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“This is not a revolution, it’s a restoration. Girls have always read comics.”

Kelly Sue DeConnick, the comic book writer whose reimagining of Captain Marvel was the basis of the new film


[READ MORE: When ‘Captain Marvel’ Became a Target, the Rules Changed]

But “Captain Marvel” is not the only recent female-led film in the comic or sci-fi realm to be swarmed by trolls. As my colleague Cara Buckley wrote this week: “The all-female remake of ‘Ghostbusters,’ ‘Black Panther’ and ‘Star Wars: The Last Jedi,’ which had a diverse cast, all found themselves in the cross hairs of armchair critics, some aligned with alt-right groups.”

Last year, a Facebook group called “Down with Disney’s Treatment of Franchises and Its Fanboys” posted an event called “Give Black Panther a Rotten Audience Score on Rotten Tomatoes.” The group had also claimed responsibility for sinking scores for “Star Wars: The Last Jedi.”

Those who appeared to have targeted “Captain Marvel” were most likely incited by comments made by Brie Larson, the titular star. Last year, Larson vowed to seek out more underrepresented journalists after noticing she was being interviewed by mostly white men. She had a similar critique about film critics: “I do not need a 40-year-old white dude to tell me what didn’t work for him about ‘A Wrinkle in Time.’ It wasn’t made for him.”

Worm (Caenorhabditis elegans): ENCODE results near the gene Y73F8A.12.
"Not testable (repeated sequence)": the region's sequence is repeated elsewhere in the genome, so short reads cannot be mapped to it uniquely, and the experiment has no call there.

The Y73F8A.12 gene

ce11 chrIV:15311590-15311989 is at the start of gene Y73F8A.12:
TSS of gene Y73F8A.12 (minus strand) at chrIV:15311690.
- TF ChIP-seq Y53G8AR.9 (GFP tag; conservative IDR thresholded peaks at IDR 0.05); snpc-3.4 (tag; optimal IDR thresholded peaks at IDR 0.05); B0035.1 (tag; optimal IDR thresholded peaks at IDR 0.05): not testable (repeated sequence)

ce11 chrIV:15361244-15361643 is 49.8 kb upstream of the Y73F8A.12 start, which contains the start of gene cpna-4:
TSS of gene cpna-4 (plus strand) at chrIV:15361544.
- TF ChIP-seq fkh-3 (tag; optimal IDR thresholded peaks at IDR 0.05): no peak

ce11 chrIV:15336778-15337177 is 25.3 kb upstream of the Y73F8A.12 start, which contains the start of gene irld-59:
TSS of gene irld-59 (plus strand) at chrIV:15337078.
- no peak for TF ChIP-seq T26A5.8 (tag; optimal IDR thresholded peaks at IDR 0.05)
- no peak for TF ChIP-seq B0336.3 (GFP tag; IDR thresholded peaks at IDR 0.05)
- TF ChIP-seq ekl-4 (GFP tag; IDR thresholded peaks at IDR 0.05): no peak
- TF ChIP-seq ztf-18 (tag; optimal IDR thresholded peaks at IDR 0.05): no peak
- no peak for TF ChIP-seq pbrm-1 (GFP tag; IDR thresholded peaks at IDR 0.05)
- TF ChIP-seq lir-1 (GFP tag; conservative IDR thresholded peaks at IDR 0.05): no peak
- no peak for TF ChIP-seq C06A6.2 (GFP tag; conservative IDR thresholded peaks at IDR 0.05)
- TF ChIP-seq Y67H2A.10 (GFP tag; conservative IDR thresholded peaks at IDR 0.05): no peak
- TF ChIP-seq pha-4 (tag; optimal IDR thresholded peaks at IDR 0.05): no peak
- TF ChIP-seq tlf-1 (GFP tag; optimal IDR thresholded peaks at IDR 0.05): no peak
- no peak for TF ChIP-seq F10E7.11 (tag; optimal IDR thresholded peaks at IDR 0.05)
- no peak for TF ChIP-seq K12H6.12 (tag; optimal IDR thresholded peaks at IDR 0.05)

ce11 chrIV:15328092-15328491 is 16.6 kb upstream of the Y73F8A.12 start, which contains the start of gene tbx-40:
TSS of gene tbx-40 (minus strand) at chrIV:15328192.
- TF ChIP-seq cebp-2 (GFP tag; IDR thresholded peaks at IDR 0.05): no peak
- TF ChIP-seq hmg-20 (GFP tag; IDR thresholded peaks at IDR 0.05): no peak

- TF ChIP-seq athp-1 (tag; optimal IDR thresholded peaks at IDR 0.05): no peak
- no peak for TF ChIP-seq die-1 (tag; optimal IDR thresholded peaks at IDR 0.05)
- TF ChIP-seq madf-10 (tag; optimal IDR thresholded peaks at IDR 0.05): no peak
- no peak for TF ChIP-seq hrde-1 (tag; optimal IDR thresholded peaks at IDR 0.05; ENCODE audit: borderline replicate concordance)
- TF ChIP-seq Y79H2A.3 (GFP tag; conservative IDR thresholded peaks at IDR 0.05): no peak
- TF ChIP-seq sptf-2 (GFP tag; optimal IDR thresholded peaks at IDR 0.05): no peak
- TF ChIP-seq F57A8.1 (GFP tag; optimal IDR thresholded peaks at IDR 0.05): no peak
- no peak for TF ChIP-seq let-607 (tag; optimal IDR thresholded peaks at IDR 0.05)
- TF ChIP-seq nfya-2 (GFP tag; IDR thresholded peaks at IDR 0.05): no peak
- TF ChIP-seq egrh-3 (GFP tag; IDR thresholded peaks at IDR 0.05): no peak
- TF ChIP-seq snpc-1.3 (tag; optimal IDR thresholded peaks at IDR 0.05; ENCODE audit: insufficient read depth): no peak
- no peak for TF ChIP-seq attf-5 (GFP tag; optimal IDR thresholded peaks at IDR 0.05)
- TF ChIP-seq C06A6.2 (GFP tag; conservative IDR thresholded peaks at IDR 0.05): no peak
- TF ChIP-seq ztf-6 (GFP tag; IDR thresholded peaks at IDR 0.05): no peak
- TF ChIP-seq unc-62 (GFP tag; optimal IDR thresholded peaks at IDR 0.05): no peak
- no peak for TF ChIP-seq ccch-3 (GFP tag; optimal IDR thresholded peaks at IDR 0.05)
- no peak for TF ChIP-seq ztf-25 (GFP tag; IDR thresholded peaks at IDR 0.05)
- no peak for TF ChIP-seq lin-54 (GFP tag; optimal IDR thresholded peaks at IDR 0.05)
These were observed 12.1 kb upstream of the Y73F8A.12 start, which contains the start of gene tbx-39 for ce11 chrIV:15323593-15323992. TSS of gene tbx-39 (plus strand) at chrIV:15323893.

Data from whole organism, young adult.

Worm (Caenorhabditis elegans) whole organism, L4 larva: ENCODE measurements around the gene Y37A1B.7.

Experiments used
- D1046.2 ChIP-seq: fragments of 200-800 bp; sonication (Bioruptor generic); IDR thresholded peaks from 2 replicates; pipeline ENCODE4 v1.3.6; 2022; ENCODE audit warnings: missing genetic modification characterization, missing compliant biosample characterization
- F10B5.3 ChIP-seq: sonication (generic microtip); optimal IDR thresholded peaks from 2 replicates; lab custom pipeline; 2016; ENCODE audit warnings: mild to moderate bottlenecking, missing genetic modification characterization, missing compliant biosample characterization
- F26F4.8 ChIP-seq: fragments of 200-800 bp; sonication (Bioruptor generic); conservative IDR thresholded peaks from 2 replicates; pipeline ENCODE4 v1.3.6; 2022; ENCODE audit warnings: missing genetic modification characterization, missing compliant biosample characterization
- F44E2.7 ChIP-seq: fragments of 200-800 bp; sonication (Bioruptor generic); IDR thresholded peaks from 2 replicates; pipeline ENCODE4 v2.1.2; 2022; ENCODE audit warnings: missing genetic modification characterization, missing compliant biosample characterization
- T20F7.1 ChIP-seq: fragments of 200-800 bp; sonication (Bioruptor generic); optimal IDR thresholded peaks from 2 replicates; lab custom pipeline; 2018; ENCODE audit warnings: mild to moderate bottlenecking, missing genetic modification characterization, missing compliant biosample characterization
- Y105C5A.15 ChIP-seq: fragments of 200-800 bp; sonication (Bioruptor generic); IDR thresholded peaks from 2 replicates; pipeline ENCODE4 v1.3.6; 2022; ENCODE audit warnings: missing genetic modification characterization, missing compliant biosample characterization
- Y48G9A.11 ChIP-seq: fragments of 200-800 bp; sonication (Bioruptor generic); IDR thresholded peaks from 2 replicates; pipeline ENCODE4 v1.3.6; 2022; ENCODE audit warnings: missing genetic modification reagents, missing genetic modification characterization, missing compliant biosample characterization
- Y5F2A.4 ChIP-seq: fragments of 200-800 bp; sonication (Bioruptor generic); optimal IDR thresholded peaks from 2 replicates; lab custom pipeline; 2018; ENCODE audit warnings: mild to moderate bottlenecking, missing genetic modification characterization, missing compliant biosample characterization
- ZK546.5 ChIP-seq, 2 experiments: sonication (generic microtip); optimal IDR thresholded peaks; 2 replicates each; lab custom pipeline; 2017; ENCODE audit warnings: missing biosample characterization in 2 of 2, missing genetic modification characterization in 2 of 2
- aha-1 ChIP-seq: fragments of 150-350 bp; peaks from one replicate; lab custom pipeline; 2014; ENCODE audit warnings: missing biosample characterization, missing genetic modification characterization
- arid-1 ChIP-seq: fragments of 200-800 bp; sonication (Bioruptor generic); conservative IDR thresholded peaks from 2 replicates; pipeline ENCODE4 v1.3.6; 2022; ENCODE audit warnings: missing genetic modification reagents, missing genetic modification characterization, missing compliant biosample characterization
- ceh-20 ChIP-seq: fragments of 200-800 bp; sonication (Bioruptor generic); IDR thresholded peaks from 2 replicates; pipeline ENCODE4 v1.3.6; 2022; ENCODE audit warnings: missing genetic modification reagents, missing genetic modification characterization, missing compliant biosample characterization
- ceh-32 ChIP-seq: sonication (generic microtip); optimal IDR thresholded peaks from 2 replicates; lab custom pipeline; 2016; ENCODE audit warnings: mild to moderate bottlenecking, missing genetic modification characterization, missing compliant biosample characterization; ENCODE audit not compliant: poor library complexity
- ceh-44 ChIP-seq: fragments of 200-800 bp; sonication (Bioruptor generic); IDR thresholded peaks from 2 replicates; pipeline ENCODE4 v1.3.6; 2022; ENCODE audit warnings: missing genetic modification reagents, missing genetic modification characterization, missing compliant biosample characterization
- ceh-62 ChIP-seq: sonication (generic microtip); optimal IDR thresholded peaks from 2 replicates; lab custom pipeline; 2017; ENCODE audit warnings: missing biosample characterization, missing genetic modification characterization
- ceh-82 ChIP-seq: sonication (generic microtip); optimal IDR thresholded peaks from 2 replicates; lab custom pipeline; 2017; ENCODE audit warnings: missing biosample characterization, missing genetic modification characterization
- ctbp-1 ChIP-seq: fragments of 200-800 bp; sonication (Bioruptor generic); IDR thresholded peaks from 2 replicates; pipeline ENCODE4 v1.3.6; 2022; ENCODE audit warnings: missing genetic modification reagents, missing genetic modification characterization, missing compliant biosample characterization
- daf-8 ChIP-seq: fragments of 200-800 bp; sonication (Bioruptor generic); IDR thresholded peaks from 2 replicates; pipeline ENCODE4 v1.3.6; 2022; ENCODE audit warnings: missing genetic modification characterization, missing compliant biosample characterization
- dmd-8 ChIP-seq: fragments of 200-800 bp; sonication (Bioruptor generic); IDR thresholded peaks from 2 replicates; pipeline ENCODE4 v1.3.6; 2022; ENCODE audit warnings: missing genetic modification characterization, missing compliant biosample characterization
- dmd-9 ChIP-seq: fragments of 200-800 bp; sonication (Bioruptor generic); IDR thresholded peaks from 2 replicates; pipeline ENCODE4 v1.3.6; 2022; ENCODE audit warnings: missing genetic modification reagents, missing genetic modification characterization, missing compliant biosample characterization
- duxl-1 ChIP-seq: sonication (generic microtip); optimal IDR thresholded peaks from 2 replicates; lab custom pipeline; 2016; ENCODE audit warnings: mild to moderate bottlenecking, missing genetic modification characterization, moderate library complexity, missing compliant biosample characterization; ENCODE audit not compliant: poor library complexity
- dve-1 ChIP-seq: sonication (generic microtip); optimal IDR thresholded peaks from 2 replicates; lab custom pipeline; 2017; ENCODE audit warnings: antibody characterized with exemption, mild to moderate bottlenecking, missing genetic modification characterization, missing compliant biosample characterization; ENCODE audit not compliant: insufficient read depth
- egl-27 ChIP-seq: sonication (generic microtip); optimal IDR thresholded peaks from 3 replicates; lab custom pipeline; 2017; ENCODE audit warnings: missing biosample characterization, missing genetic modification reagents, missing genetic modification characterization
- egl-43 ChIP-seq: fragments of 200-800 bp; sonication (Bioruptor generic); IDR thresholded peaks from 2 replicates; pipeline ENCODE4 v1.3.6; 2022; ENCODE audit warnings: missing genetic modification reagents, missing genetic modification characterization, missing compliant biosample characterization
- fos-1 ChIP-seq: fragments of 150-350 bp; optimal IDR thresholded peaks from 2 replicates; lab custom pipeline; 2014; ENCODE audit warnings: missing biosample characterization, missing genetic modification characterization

She also told “Entertainment Tonight” that the vision for the film was clear during an early meeting with Marvel: Make “a big feminist movie.”

Even if the trolls tried to stop her, make a big feminist movie she did.

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As the “Star Wars” heroines Padmé Amidala and Princess Leia fell in love with Anakin Skywalker andHan Solo, respectively, their outfits grew more skimpy, they grew more helpless, and their focus shifted away from their roles as political leaders and toward more passive roles as romantic partners, according to a new study by researchers at Florida State University.